My Lords, in the last few years, there has been a great deal of discussion, particularly from within the Conservative Party, about the need to strengthen the principle of parliamentary sovereignty. If we abolish the Fixed-term Parliaments Act, we will go back to a substantial role for executive sovereignty in the UK. Does the Minister accept that we cannot go backwards by abolishing the Act and that we need to strengthen Parliament’s role in organising its own meetings, terms, Prorogation and Dissolution?
My Lords, as I said, many matters will be considered and we will make further announcements in due course. I think the noble Lord would agree that Parliament did not have its finest hour under the aegis of the Fixed-term Parliaments Act. That is why, partly to restore Parliament’s reputation, we need clear arrangements that command support.
My Lords, I want to comment on my noble friend’s constant references to “in due course”. The Parliamentary Constituencies Bill, already under consideration in the Commons, is affected by any changes to the Fixed-term Parliaments Act; and the noble Lord, Lord Shutt, is chairing a committee in this House giving consideration to electoral legislation, which will also be affected by any such changes. I ask my noble friend to expedite both the commission’s implementation and its completion.
My Lords, my noble friend refers to important legislation relating to modes of election. We are talking here about the timing of elections. I assure him that the Government remain completely committed to implementing their manifesto proposal on this Act.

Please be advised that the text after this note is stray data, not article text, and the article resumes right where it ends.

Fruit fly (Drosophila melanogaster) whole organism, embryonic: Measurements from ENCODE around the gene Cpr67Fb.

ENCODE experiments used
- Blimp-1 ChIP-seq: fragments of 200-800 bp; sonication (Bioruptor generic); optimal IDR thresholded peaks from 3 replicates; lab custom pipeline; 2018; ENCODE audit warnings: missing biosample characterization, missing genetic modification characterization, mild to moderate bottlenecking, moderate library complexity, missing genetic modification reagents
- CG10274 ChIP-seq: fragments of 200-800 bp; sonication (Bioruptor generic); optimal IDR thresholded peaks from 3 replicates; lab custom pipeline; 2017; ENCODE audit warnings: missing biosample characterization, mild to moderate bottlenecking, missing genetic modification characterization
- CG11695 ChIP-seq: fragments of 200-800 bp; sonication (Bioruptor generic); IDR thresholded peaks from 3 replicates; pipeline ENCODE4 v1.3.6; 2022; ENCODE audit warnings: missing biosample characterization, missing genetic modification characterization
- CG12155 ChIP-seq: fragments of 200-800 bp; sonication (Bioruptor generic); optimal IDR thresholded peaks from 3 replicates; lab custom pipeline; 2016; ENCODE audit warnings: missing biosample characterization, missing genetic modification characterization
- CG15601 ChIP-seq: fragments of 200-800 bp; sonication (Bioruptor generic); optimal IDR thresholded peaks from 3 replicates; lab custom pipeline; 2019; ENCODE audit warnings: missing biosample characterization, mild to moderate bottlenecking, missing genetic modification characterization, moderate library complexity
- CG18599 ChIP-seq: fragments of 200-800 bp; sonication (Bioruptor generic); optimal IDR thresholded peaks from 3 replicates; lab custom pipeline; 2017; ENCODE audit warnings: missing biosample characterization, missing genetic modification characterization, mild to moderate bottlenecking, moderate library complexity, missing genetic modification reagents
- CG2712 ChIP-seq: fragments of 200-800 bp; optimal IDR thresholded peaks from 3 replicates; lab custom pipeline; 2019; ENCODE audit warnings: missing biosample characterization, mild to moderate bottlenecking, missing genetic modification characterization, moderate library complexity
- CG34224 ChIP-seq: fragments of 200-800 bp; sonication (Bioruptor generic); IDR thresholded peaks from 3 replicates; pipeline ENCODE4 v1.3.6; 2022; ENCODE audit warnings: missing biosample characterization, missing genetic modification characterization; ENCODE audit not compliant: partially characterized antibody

It is a rather misnamed Act—is it not?—because the Fixed-term Parliaments Act actually allows for two unscheduled elections at the time of the Government’s choosing. I hope that, as the noble Lord, Lord Hayward, said, we can move with some speed on this. Will the Minister ensure that representatives of the regions and the nations—perhaps also of the Opposition—are included on this committee? It is too serious an issue to leave to just a handful of Government-appointed people.
My Lords, if I recall correctly, we were told by our Liberal Democrat colleagues in 2011 that the purpose of the Fixed-term Parliaments Act was to provide stability. The Act did that under the coalition Government but it has been nothing but problematic ever since. The Act should have included a sunset clause. With that in mind, does my noble friend the Minister agree that now is the time to return to the usual method and that tinkering with the constitution without proper checks and balances can have the exact opposite result to that of stable government?
My Lords, I agree with my noble friend. On the details, I must ask again for the House’s patience. She is quite right to say that the Act was born in unusual circumstances: it was part of a doubleton with plans for proportional representation, which the Liberal Democrat party hoped at the time would enable it to hold the ring in Parliament and change horses whenever it wished.
My Lords, again, the noble Lord tempts me to go ahead of where we are now. I do not agree with the idea advanced by a number of noble Lords that, axiomatically, the Prime Minister’s power to dissolve works in that Prime Minister’s interest; for example, it did not do so for Mr Heath in February 1974.
My Lords, returning to the membership of the committee, the Act states:
“A majority of the members of the committee are to be members of the House of Commons.”
I support my noble friend Lady Hayter in saying that those Members should represent the different parts of the United Kingdom, but can the Minister confirm that Members from this House of Parliament will also be on the committee?
My Lords, again, I cannot anticipate the announcements that the Government will make. The noble Lord is quite right, as always: the Act stipulates that the majority on the committee should be Members of the House of Commons, but it says nothing about the others.